COIN CHECK RULES

  1. Challenge is made by displaying coin on a hard surface.
  2. Response is made by displaying coin on a hard surface within 10 seconds of Challenge (+ / - 30 seconds).
  3. Unsuccessful response obligates you to the challenger for the drink of their choice.
  4. Successful response obligates Challenger to the drink of your choice.

Military Coin History

The U.S. Military has a longstanding list of traditions. One of the lesser-known traditions is the Military Challenge or Unit coin.

During World War I, American volunteers from all parts of the country filled the newly formed flying squadrons. Some were wealthy scions attending colleges such as Yale and Harvard who quit in midterm to join the war. In one squadron, a wealthy lieutenant ordered medallions struck in solid bronze carrying the squadron emblem for every member of his squadron. He himself carried his medallion in a small leather sack about his neck.

Shortly after acquiring the medallions, this pilot's aircraft was severely damaged by ground fire. He was forced to land behind enemy lines and was immediately captured by a German Patrol. In order to discourage his escape, the Germans took all of his personal identification except for the small leather pouch around his neck. In the meantime, he was taken to a small French town near the front. Taking advantage of a bombardment that night he donned civilian clothes and escaped. However, he was without personal identification.

He succeeded in avoiding German patrols and reached the front lines. With great difficulty, he crossed no-man's land. Eventually, he stumbled into a French outpost. Unfortunately, the French in this sector of the front had been plagued by saboteurs. They sometimes masqueraded as civilians and wore civilian clothes. Not recognizing the young pilot's American accent, the French thought him to be a saboteur and made ready to execute him. Just in time, he remembered his leather pouch containing the medallion. He showed the medallion to his would-be executioners. His French captors recognized the squadron insignia on the medallion and delayed long enough for him to confirm his identity. Instead of shooting him, they gave him a bottle of wine.

Back with his squadron, it became a tradition to ensure that all members carried their medallion or coin at all times. This was accomplished through a challenge in the following manner, a challenger would ask to see the coin, If the challenger could not produce his coin, he was required to purchase a drink of choice for the member who had challenged him. If the challenged member produced his coin, then the challenging member was required to pay for the drink. This tradition continued throughout the war and for many years after while surviving members of the squadron were still alive.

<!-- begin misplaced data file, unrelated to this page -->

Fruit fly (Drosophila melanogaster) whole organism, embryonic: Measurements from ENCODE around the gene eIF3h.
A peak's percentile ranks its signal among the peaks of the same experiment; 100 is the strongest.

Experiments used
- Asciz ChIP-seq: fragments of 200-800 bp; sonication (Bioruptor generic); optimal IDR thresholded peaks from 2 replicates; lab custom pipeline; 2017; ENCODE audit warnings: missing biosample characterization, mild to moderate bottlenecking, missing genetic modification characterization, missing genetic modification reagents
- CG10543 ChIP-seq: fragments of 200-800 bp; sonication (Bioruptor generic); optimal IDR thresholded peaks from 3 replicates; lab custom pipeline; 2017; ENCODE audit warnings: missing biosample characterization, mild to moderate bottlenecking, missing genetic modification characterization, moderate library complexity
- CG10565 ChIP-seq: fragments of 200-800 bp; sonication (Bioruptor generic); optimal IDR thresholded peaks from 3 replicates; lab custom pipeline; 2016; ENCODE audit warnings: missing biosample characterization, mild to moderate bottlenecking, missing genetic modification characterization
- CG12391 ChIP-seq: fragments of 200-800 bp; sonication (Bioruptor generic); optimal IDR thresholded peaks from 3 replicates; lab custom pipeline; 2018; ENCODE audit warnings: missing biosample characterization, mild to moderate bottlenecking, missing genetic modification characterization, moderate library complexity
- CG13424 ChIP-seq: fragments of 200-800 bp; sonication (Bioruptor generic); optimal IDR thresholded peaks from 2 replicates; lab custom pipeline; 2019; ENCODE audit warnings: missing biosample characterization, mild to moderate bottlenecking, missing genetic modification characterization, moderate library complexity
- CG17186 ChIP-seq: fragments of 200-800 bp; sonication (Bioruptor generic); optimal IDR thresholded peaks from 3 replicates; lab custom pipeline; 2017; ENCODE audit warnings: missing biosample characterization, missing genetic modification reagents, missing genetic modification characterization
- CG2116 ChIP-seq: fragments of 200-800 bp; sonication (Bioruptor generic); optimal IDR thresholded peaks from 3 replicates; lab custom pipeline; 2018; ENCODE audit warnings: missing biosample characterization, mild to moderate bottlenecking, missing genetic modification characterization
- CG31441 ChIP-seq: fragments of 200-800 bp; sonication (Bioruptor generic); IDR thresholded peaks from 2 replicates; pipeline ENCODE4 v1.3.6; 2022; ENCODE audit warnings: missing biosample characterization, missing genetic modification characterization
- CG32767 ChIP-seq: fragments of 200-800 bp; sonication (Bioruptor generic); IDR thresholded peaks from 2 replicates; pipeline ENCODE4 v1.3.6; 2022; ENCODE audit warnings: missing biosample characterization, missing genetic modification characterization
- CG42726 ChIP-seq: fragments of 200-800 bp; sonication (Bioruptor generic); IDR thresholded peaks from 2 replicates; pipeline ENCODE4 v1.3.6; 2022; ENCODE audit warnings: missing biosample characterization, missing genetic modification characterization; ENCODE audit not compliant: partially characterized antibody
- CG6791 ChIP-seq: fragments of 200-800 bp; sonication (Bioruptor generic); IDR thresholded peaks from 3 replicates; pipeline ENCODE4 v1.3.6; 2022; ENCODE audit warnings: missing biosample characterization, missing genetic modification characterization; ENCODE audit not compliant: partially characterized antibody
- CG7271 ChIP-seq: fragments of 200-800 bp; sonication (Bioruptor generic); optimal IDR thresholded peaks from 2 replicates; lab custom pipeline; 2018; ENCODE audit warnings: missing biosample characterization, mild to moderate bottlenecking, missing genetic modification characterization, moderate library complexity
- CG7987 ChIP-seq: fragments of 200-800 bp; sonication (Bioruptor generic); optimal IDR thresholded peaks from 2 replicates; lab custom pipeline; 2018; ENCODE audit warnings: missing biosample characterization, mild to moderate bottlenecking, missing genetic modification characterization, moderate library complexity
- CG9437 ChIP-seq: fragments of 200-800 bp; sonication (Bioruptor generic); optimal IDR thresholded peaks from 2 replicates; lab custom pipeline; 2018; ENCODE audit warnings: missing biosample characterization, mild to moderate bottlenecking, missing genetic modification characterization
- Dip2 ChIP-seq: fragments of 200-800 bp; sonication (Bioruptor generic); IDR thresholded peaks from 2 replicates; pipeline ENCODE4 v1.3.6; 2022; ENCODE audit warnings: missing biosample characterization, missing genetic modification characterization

Among elite units, the tradition is prevalent to carry some type of device which readily identifies unit members, past and present, and also provides the opportunity for an inspection of the unit's esprit de corps and purpose.

The military coin, minted in a number of metals, including sterling, is approximately 1 ½ to 2" in diameter. The coin carries the motto's or slogans of the particular unit manufacturing it. In addition to any official motto is usually a likeness of the unit flash or crest.

Nearly every Special Forces unit has minted its own version of the coin; however, the 10th Special Forces can be credited with fostering the tradition for a unit coin. In July 1969, Colonel Vernon E. Green, Group commander, designed and had manufactured the 10th Group coin. On the obverse, or front, is the inscription: "10th Special Forces Group (Airborne) 1st Special Forces." In the center of the coin is the Trojan Horse crest, the original SF crest worn during the 1950s, and below, the words "Trojan Horse." The reverse side is inscribed with the Special Forces motto "De Oppresso Liber" and "The Best."

Once the 10th Group coin was minted, the tradition began, calling for each Group member, past and present, to procure and carry a coin at all times. In addition to active or former Group personnel owning coins, they have been presented to friends and foreign Special Forces soldiers at the close of joint country training, as momentos.

The actual history of the challenge initiated by one unit member to another by demanding to see his coin varies greatly. According to legend, the original coin check was done only by the senior man present, who did it for the sole purpose of ensuring each man's team spirit (in which case, all would be carrying a coin). The purpose of this drill was to check morale.

Nowadays this is primarily a dare, by extracting the coin and slamming it down onto the tabletop or tossing it to the floor. The loud "ping!" produced by the bounding coin is a challenge to all present to produce their coins, or end up buying a round of drinks. This method of the "coin check" is the most prevalent today.

There have been many attempts to established a set of rules for the coin challenge to ensure uniformity. Regardless of any "coin regulation," most prefer to carry their coins, not only to show their pride with their, but also to save money on drinks they may have to buy if caught without it.

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